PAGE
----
The Financial Economics of Privatization

By William L. Megginson | Go to book overview
Save to active project

Why Do Countries

One of the truly timeless debates in Western political and economic discourse revolves around the optimality of state versus private ownership of commercial enterprises. Scholars, including economists, have debated the economic role of government throughout history, but these debates reached a crescendo during the twentieth century. Chapter 1 examined the forces that motivated governments to launch state-owned enterprises—or to nationalize existing private businesses— and adopt state ownership as an economic development model during the middle years of the twentieth century. Chapter 1 also described how, over the past quartercentury, many of these same countries reversed course and launched often massive privatization programs designed to reduce the state’s role in running these enterprises. This chapter analyzes why governments have so enthusiastically embraced privatization.

Governments typically list multiple reasons for launching privatization programs. Chapter 1 details six rationales presented by the Thatcher government for launching Britain’s influential program, while Vickers and Yarrow (1991) present a somewhat different list of what they considered the “real” motivations of the Thatcher government.1 Raising money is, quite naturally, a very attractive objective, and most governments also hope that privatization will help develop national capital markets. However, the most important rationale given for selling SOEs to private investors is almost always dissatisfaction with the actual performance of state enterprises, coupled with the belief that selling these firms to private investors will significantly improve their performance. In fact, this dissatisfaction with SOE performance and belief in private-sector redemption can be considered a prerequisite for launching a privatization program, since democratic societies that earlier chose state ownership as a deliberate policy do not simply change their minds and choose diametrically opposite economic policies without clear evidence these policies have failed.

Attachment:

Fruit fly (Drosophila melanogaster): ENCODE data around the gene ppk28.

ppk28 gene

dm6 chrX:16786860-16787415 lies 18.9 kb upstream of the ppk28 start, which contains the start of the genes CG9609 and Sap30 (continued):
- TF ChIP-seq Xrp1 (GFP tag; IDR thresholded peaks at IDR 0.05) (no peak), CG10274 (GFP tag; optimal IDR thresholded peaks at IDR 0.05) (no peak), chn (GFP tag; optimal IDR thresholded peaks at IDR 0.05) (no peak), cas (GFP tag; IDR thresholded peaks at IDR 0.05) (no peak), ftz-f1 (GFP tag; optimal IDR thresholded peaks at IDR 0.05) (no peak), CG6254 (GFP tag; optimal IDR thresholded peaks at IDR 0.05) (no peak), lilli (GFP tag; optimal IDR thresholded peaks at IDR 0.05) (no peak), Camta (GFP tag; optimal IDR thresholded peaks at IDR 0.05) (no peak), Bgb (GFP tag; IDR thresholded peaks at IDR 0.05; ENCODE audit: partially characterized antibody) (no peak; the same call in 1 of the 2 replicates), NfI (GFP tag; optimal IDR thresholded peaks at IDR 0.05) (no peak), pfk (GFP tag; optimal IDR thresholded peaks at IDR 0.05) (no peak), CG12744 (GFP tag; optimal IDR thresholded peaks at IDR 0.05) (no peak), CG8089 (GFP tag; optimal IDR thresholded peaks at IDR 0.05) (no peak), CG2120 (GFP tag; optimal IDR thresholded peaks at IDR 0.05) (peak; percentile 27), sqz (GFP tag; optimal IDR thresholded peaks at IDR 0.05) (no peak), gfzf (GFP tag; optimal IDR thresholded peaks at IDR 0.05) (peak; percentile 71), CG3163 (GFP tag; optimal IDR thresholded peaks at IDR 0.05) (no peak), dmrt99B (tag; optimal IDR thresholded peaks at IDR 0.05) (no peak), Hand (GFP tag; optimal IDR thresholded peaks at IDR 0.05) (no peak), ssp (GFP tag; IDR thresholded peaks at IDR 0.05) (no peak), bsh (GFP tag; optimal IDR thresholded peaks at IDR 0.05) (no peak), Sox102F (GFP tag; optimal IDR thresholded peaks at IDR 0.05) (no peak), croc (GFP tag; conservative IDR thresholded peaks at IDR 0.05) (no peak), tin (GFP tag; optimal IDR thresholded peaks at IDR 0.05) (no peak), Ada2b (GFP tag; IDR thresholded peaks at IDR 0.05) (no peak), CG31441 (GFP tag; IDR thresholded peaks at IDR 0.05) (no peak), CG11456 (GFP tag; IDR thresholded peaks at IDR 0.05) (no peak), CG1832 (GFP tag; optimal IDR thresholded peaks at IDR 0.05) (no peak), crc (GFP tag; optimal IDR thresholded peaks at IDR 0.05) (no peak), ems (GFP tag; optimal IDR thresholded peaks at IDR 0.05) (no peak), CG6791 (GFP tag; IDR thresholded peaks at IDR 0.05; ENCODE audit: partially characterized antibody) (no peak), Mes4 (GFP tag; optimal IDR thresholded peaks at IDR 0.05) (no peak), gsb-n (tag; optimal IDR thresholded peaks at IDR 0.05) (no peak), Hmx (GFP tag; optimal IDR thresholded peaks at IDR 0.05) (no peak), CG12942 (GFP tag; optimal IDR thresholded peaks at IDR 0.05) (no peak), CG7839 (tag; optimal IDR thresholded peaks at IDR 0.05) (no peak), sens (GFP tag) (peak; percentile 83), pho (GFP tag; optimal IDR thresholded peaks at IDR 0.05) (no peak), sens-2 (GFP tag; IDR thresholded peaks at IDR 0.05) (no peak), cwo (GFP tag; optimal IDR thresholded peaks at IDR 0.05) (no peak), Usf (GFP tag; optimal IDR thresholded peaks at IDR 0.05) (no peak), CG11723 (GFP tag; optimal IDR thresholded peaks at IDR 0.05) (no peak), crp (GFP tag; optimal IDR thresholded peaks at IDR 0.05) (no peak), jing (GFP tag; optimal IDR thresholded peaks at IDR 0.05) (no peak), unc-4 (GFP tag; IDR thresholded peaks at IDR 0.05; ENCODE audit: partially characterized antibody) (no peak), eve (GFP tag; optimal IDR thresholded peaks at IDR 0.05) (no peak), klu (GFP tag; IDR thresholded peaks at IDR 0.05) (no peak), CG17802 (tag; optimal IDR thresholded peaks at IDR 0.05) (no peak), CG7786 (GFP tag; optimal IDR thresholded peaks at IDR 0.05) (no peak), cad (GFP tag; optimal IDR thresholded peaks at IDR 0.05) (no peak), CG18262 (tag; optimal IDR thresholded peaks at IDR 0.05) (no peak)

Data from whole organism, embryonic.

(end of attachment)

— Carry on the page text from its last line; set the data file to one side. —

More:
By the early 1990s, the state-owned enterprises that were the source of such displeasure for policy makers accounted for a significant fraction of economic


Notes for this page

Add a new note
If you are trying to select text to create highlights or citations, remember that you must now click or tap on the first word, and then click or tap on the last word.
Loading One moment ...
Project items
Cite this page

Cited page

Citations are available only to our active members.
Sign up now to cite pages or passages in MLA, APA and Chicago citation styles.

Cited page

Bookmark this page
The Financial Economics of Privatization


Text size Smaller Larger
Search within

Search within this book

Look up

Look up a word

  • Dictionary
  • Thesaurus
Please submit a word or phrase above.
Print this page

Print this page

Why can't I print more than one page at a time?

While we understand printed pages are helpful to our users, this limitation is necessary to help protect our publishers' copyrighted material and prevent its unlawful distribution. We are sorry for any inconvenience.
Full screen
/ 523

matching results for page

Cited passage

Citations are available only to our active members.
Sign up now to cite pages or passages in MLA, APA and Chicago citation styles.

Cited passage

Welcome to the new Questia Reader

The Questia Reader has been updated to provide you with an even better online reading experience.  It is now 100% Responsive, which means you can read our books and articles on any sized device you wish.  All of your favorite tools like notes, highlights, and citations are still here, but the way you select text has been updated to be easier to use, especially on touchscreen devices.  Here's how:

1. Click or tap the first word you want to select.
2. Click or tap the last word you want to select.

OK, got it!

Thanks for trying Questia!

Please continue trying out our research tools, but please note, full functionality is available only to our active members.

Your work will be lost once you leave this Web page.

For full access in an ad-free environment, sign up now for a FREE, 1-day trial.

Already a member? Log in now.

Are you sure you want to delete this highlight?